How to Appraise a Domain Name with Jeffrey Gabriel

How to Appraise a Domain Name with Jeffrey Gabriel

Watch Jeff Gabriel explain domain appraisals in this Saw.com video.

Video transcript:

My name is Jeff Gabriel I am the CEO and co-founder of Saw.com. In my tenure, I’ve had the opportunity to appraise tens of thousands of domain names and I’m going to share with you today some of the metrics and things that I do to quickly and easily appraise a domain.

I’ve had the opportunity to teach many different salespeople in our industry about appraising domain names. And one of the things I do when I’m teaching people is to create analogies. One of the analogies I use a lot is one with real estate. And a domain appraisal is very similar to that.

There are many metrics that a domain appraiser uses to put a value on a home. Well, that’s very similar in domain names. Instead of square footage, we look at the extension it falls into. Instead of the location of the property, we might look at the industry that that domain name might target. And also, when it comes to real estate, they talk about the highest and best use for the domain name. And most important is comparable sales to that property. Well, the same thing falls into that when it comes to domains.

Some of the metrics that I’m going to look at and go into might be very obvious to some, but I might be pointing out the obvious, you might be saying “wow I didn’t think about that”. And since domain appraisal is not something you have to go to get a license for, there’s a lot of different ways people look at domain names to appraise them. But here’s the way I do it, and I think it’s worked for myself, my customers, and the companies I’ve worked for over the years.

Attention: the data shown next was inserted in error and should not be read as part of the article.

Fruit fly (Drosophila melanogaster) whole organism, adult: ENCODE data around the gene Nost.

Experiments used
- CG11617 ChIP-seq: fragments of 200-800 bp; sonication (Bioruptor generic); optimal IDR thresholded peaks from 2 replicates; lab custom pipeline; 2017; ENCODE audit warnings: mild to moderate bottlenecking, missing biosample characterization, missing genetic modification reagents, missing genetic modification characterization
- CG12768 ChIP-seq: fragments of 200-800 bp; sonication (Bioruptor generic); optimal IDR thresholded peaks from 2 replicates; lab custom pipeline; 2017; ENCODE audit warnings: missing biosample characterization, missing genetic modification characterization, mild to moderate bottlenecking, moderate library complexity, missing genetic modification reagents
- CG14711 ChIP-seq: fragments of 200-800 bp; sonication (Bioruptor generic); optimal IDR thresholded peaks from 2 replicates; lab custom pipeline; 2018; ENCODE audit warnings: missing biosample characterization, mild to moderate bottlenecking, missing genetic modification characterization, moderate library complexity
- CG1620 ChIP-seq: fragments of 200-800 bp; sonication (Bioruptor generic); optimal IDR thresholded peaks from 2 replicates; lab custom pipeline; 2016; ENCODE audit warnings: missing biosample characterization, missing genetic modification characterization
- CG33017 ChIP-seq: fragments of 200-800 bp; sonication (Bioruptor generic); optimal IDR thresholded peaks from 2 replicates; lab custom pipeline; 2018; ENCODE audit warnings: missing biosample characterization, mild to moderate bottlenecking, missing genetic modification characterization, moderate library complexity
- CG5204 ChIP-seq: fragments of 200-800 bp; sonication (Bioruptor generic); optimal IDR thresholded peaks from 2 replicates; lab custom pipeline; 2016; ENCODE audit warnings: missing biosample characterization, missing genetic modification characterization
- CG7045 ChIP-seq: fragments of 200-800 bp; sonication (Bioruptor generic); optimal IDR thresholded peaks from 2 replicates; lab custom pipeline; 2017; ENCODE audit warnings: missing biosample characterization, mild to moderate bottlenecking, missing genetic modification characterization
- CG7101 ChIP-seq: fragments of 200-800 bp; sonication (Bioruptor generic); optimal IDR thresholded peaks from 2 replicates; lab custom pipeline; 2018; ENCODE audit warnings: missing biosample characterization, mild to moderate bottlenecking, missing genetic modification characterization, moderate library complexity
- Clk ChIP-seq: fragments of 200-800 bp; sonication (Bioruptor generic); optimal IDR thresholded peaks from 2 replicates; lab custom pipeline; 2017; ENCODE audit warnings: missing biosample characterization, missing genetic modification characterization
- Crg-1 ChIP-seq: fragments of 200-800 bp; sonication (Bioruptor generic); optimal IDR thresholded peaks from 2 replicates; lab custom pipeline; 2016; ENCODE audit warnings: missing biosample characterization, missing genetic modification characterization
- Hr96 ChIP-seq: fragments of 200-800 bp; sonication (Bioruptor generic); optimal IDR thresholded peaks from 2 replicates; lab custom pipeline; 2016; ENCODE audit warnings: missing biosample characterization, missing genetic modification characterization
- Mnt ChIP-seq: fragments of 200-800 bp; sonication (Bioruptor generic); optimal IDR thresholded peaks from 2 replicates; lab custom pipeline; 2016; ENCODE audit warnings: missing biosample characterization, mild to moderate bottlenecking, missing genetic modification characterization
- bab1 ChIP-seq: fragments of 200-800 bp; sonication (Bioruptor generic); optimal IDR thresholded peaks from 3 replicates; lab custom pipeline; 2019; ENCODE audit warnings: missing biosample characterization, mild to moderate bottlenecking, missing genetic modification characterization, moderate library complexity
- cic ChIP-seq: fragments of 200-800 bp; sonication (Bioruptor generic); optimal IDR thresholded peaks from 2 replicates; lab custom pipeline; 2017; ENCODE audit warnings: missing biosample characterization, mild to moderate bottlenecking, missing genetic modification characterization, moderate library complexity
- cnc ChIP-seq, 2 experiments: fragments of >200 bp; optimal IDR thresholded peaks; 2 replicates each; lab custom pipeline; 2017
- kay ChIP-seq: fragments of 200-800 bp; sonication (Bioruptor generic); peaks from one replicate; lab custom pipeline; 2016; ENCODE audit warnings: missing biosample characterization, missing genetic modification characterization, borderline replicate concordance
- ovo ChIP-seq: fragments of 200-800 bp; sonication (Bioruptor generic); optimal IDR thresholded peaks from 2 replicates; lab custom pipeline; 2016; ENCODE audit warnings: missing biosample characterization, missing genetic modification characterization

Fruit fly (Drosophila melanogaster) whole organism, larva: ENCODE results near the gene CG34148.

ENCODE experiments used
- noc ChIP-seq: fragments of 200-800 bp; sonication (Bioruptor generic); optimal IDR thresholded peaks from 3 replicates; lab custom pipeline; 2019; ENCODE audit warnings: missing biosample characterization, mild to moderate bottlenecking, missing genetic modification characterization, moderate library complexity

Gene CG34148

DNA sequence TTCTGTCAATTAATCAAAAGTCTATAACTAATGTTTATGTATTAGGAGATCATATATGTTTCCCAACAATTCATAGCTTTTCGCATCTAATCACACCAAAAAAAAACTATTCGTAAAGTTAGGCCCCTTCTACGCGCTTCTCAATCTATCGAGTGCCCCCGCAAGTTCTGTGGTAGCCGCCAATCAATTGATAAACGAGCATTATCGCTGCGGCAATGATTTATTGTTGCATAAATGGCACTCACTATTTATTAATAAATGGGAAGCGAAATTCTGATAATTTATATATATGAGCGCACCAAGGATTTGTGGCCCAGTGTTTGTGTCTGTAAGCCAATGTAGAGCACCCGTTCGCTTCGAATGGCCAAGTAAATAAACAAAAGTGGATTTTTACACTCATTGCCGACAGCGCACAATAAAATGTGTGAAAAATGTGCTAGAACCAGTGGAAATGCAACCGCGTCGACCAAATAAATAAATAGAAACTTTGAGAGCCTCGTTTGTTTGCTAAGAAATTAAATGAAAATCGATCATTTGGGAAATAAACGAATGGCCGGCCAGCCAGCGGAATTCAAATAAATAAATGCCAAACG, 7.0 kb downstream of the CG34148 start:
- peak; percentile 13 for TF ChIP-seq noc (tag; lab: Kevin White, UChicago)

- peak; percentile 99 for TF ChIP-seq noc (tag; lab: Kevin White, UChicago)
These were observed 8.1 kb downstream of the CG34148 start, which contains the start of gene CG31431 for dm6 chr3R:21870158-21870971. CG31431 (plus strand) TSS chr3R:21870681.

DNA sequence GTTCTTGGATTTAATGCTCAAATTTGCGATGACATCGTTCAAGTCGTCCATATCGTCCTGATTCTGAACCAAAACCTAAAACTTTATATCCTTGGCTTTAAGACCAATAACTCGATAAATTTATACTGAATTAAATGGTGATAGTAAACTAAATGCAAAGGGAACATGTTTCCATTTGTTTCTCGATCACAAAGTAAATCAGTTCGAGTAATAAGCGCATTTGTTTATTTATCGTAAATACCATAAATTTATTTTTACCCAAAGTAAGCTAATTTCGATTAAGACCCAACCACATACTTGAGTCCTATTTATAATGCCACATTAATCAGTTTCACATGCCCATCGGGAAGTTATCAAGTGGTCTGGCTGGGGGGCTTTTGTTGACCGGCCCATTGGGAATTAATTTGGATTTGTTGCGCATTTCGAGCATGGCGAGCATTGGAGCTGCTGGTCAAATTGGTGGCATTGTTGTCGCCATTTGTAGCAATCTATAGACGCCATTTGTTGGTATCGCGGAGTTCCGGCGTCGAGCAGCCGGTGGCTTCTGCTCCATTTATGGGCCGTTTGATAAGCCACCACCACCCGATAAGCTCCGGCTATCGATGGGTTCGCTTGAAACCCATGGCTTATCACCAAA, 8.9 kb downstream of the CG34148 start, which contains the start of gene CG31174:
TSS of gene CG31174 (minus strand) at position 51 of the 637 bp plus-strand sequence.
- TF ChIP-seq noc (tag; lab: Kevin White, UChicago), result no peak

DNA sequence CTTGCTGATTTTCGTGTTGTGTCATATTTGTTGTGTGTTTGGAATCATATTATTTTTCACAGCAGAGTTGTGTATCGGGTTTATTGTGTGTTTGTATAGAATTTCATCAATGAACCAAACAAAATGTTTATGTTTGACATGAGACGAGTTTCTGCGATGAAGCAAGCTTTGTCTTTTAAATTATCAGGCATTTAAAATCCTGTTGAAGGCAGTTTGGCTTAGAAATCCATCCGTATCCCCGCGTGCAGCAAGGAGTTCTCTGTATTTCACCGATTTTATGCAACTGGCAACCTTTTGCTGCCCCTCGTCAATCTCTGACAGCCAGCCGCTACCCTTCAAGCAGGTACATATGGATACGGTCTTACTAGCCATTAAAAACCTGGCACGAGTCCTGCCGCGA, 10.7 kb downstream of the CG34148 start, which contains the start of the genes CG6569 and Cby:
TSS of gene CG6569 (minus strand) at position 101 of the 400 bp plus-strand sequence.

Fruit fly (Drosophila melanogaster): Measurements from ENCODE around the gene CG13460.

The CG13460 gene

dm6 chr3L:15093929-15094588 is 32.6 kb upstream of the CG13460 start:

The very first thing that I’m going to look at when I read a domain name, or I see a domain name, is I’m going to look at the extension. What is the domain extension? Well, you can look at the com, the net, or the org. We look at different CCTLDs; co.uk .de .inc for GTLDs .xyz or even .auto. And from there what I try to do, which is the easiest thing to do, is compare whatever those extensions are to a dot com, which I consider the gold standard. You try to make a proportionate value. So if the domain is a dot com, check, that’s a positive. If its a dot not, well, I would probably try to appraise the domain, in my mind, as a dot com because it’s so much easier because there’s such a wealth of information about past sales and other metrics of the dot com and then try to assess value by basing it on the dot net values of the industry. What does that mean? If I have a domain name like cars.net I’m going to pretend I’m appraising cars.com and then I’m going to say ok a .net is worth roughly 10 percent of a .com and that’s how I’m going to come to that value.

So after we get past the extension part, we are going to look at the industry the domain falls into. And one of the questions that people ask me, they say “Jeff, the domain name that I’m looking to appraise falls into different industries”. My suggestion to you is to focus on the industry that has the highest demand and not look at the other industries it might fall into. For example, a very generic domain name that might fall into multiple industries would be card.com. You can think of different uses for the word card, but the one for this purpose is, I would say finance. That’s because there are so many players fighting for that term credit card out there. So the industry that it falls into is very important. Some industries where it’s most competitive are the obvious ones; insurance, credit cards, travel. Any time you turn on your TV you’re going to see advertisements having to do with those industries. That tells me there is a lot of demand for that particular domain.